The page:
Integrating the SDK

All our JavaScript-related SDKs provide the same API. Still, there are some differences between them, such as installation, which this section of the docs explains.

The quickest way to get started is to use the CDN hosted version of the JavaScript browser SDK:


You can also add the Sentry SDK as a dependency using npm:

$ npm install @sentry/browser

Connecting the SDK to Sentry

After you’ve completed setting up a project in Sentry, Sentry will give you a value which we call a DSN or Data Source Name. It looks a lot like a standard URL, but it’s just a representation of the configuration required by the Sentry SDKs. It consists of a few pieces, including the protocol, public key, the server address, and the project identifier.

You should init the Sentry Browser SDK as soon as possible during your page load:

// When using npm, import Sentry
import * as Sentry from '@sentry/browser';

Sentry.init({ dsn: '___PUBLIC_DSN___' });

Verifying Your Setup

Great! Now that you’ve completed setting up the SDK, maybe you want to quickly test out how Sentry works. Start by capturing an exception:

Sentry.captureException(new Error("Something broke"));

Then, you can see the error in your dashboard:

Error in Unresolved Issues with title This is my fake error message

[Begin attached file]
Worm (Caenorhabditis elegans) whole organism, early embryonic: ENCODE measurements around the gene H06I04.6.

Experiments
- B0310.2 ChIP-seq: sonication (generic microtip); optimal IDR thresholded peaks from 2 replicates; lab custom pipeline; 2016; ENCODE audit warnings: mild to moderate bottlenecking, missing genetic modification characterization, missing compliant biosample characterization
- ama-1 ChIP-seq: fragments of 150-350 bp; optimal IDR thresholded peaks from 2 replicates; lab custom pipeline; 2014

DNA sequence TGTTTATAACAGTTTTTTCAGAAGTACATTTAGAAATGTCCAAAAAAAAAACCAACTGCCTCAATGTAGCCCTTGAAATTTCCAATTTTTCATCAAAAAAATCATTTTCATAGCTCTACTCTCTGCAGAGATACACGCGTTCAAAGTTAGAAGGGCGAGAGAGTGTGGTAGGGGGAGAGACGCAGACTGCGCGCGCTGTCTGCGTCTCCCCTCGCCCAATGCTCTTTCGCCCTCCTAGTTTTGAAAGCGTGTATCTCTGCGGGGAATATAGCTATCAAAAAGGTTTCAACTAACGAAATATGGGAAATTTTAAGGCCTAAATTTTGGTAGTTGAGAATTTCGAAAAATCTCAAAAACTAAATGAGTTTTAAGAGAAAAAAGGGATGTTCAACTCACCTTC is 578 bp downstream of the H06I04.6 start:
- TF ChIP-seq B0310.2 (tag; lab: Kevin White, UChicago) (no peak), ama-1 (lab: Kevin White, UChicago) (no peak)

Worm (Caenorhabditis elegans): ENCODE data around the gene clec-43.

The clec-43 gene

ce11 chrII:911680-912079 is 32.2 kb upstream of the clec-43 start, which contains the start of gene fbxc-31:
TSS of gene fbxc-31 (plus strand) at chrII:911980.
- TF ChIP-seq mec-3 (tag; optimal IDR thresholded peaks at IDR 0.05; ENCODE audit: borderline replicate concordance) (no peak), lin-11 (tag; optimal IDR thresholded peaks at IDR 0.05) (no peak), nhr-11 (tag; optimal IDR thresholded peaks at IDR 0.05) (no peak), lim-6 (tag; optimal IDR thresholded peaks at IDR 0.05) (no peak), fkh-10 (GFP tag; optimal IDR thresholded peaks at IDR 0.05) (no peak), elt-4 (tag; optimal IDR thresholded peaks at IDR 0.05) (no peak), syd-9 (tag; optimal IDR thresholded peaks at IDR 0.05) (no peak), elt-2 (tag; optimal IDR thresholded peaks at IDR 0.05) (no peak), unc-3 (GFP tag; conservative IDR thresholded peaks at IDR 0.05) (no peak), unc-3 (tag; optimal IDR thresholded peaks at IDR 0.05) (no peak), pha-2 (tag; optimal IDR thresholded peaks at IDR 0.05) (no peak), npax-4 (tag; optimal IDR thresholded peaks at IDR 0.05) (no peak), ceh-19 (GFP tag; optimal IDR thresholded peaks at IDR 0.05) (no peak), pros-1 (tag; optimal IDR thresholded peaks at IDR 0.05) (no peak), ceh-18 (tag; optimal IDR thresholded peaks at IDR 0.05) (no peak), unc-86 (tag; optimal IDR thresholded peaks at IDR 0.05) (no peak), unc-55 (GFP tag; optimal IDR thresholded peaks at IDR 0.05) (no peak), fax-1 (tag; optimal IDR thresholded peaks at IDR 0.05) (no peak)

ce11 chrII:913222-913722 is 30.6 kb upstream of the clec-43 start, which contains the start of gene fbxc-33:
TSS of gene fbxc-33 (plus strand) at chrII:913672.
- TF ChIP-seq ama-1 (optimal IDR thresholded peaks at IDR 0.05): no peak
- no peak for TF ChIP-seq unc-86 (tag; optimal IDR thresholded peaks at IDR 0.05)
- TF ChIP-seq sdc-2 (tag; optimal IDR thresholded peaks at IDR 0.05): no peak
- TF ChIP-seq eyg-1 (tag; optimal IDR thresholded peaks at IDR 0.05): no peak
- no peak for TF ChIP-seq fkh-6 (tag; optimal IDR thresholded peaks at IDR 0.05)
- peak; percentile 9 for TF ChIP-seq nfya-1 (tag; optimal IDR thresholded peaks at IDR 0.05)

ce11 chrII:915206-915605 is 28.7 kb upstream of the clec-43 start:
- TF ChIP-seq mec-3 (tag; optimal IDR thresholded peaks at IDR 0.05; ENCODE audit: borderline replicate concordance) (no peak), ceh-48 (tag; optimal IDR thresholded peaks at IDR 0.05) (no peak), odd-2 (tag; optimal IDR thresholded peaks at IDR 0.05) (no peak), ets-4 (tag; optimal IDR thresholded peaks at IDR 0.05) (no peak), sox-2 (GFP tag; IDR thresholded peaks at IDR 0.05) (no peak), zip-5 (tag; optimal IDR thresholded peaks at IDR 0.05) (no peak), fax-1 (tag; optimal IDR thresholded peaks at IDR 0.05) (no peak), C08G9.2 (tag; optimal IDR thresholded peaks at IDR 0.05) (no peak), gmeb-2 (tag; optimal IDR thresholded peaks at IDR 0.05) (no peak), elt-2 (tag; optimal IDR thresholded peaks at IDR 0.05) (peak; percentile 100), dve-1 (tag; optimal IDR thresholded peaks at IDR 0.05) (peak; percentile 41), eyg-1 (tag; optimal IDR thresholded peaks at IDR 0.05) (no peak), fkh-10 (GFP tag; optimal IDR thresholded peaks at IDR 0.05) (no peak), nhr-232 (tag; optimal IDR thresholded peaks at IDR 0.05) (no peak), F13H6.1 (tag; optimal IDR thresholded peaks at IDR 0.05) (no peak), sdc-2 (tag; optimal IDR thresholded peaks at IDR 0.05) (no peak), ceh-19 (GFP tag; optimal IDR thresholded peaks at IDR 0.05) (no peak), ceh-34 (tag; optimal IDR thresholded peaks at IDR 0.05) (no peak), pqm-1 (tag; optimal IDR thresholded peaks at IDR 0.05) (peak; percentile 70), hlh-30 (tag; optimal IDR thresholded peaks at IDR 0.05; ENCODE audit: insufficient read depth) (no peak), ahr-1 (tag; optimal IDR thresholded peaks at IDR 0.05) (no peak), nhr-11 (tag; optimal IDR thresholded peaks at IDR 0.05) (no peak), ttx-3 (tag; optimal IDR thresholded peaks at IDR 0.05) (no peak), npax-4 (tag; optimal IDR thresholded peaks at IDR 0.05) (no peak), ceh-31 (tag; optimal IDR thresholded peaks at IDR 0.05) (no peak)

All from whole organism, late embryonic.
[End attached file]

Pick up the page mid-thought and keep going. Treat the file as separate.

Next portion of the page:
Capturing Errors

In most situations, you can capture errors automatically with captureException().

try {
} catch (err) {

For additional functionality, see SDK Integrations.

Automatically Capturing Errors

By including and configuring Sentry, the SDK will automatically attach global handlers to capture uncaught exceptions and unhandled rejections.

Stack trace of a captured error

Automatically Capturing Errors with Promises

By default, Sentry for JavaScript captures unhandled promise rejections as described in the official ECMAScript 6 standard.

Configuration may be required if you are using a third-party library to implement promises.

Most promise libraries have a global hook for capturing unhandled errors. You may want to disable default behavior by changing onunhandledrejection option to false in your GlobalHandlers integration and manually hook into such event handler and call Sentry.captureException or Sentry.captureMessage directly.

For example, the RSVP.js library (used by Ember.js) allows you to bind an event handler to a global error event.

RSVP.on('error', function(reason) {

Bluebird and other promise libraries report unhandled rejections to a global DOM event, unhandledRejection. In this case, you don’t need to do anything; we’ve already got you covered with the default GlobalHandlers integration and its onhandledrejection: true setting.

Please consult your promise library documentation on how to hook into its global unhandled rejection handler, if it exposes one.